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How great tragedy inspires great art

Alice Thomas Ellis’s life was overshadowed by tragedy, and so makes great reading in this, the month of death

By on Friday, 4 November 2011

I have just finished rereading Unexplained Laughter, Alice Thomas Ellis’s 1985 novel. It is a slim book, a mere 155 pages, and thus ideal for train journeys, slipping easily into the pocket. All her books were slim, which she claimed was an advantage, on the grounds that people did not have much time to read these days, and thus preferred short books. My copy was bought in a second hand bookshop, the excellent Blacklock’s in Englefield Green, whose erudite proprietor, Mr Graham Dennis, knew all about Alice Thomas Ellis. It is always a pleasure to be able to talk about books to a bookseller.

All Anna’s books are now second hand, because they are all out of print, as I discovered while researching an article that appears in the current Slightly Foxed. But as I said in that article, she would not have minded, as she was all her writing life sharply aware of mortality and the changeability of fashion. In Unexplained Laughter, the Anna character, expresses the desire to be buried in Wales. That has now happened, which gives the book, which is a very good one, a certain poignancy.

Incidentally, Unexplained Laughter was made into a television drama , and Diana Rigg played the Anna character, which was rather flattering, I am sure you will agree.

In the Slightly Foxed article I explore the idea that Alice Thomas Ellis’s writing is essentially all about death. Her life was overshadowed by the tragedy of the loss of her son Joshua, and yet out of that terrible grief, great art was born. Her book The Birds of the Air, dating from 1980, is dedicated to Joshua, and has this inscription, which is still moving:

All his beauty, wit and grace
Lie forever in one place.
He who sang and sprang and moved
Now, in death, is only loved.

In that one place in Wales, she too now lies. And yet, her books are uplifting to read. Bereavement, particualrly the loss of a child in tragic circumstances, is very hard to live with; but it can be lived with; much as Anna wrote about death, she also wrote about the things that endure and the continuity of life. She makes great Novermber reading; this is the month of the dead, so please, visit a secondhand bookshop near you, and hunt down the late great Alice Thomas Ellis.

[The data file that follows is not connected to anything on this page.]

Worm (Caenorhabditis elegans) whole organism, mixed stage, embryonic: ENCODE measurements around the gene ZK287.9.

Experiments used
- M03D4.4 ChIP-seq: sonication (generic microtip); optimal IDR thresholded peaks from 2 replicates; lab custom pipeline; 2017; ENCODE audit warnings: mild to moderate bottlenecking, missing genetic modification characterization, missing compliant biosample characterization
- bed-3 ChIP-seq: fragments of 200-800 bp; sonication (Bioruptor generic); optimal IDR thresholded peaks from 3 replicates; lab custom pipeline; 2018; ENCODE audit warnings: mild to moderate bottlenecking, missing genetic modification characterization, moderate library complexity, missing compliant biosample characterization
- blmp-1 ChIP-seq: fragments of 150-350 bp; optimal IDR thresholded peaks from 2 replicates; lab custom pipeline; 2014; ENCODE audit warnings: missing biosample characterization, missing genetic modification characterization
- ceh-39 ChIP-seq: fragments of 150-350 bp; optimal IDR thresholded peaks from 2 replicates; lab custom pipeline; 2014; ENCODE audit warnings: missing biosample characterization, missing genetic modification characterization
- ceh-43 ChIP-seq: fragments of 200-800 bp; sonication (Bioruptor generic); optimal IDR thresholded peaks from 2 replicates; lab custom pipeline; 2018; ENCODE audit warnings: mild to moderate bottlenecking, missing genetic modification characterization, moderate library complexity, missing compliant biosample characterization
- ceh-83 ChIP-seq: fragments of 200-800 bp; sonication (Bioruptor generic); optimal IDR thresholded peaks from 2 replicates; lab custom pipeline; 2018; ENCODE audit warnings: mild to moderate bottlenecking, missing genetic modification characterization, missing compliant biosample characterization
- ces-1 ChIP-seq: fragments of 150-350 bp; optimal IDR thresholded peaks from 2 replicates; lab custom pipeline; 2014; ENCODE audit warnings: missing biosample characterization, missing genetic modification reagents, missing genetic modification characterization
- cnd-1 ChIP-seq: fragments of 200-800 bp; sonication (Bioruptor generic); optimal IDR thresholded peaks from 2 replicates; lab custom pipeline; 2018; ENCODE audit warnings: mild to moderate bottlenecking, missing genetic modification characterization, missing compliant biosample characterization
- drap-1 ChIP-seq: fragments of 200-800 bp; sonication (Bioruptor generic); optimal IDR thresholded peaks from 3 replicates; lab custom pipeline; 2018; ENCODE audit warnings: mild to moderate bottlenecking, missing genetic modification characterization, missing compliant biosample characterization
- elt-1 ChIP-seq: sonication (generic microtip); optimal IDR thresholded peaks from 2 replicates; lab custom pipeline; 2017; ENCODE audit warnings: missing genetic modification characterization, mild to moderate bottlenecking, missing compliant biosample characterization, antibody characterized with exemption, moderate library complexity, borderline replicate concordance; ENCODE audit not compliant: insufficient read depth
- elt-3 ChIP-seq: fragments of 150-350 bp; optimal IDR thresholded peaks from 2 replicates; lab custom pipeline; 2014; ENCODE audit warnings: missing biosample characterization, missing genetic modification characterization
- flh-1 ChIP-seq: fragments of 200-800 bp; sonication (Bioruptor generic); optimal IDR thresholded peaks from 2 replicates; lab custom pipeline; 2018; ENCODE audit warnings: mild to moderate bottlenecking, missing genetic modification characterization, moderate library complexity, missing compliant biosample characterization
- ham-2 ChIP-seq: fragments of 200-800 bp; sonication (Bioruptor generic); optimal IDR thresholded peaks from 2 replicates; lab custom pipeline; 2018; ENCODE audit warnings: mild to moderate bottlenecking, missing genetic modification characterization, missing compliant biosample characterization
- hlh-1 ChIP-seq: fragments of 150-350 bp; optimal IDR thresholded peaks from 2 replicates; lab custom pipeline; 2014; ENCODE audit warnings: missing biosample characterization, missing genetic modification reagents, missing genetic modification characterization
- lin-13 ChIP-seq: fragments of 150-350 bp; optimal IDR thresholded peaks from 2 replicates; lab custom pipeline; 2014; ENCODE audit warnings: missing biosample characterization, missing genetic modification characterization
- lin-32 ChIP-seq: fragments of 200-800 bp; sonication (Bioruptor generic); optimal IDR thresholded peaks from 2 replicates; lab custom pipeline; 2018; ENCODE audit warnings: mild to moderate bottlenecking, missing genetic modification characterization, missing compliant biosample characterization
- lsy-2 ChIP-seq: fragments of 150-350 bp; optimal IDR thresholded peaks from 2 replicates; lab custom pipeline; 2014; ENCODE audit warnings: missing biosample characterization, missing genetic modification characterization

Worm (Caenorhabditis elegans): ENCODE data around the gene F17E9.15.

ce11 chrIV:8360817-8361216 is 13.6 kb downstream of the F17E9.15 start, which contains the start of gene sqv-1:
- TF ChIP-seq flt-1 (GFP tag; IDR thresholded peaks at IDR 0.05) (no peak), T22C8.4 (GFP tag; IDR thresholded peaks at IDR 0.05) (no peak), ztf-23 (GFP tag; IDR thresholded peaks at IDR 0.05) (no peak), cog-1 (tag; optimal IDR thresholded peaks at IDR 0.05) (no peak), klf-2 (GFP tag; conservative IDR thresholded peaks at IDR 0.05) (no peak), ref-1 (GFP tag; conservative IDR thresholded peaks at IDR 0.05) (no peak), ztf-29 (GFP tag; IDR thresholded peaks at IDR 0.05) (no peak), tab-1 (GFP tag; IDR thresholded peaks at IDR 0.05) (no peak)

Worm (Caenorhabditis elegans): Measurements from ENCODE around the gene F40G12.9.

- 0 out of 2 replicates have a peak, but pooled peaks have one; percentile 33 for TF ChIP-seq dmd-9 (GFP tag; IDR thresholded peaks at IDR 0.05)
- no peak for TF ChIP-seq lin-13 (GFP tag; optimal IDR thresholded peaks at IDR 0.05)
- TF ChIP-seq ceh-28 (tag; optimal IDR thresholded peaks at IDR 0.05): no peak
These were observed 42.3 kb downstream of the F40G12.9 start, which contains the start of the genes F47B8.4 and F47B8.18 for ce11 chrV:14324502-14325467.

• Maryam

    After reading this article, I shall have to read some of her books.

  • Andrew Witcombe-Small

    Out of print, eh? I bought and read about three of them, including ‘Unexplained Laughter’ back in the 80s, in the days when she wrote for the Spectator. What a pity I no longer have them.

    She also had something of a run-in with the Herald, as I recall.

  • Alexander Lucie-Smith

    So glad…. Unexplained Laughter is a good one to start with, perhaps.

  • parasum

    Or for something factual, but funnier than any novel, there is “Serpent On The Rock”, about the current catastrophic state of the Church (well, almost current – I doubt she would change her book much, if she were writing it now).

  • theroadmaster

    When one receives devastating news, such as the death of a loved one, the support mechanisms that we depend on, come into play.  Our Faith gives us the spiritual sustenance to cope with such losses while never forgetting the deceased whom we continue to love despite their physical absence from our sight.  Some people chose to concretise the emotional trauma of such events through writing, painting or music.  Verdi composed his great Requiem in memorium to a poet friend friend who had died, although the composer was an an avowed atheist but with some lingering religious feelings.

  • Anonymous

    I have read all of her books. All super, clever, thought inspiring. One of my favourie authors.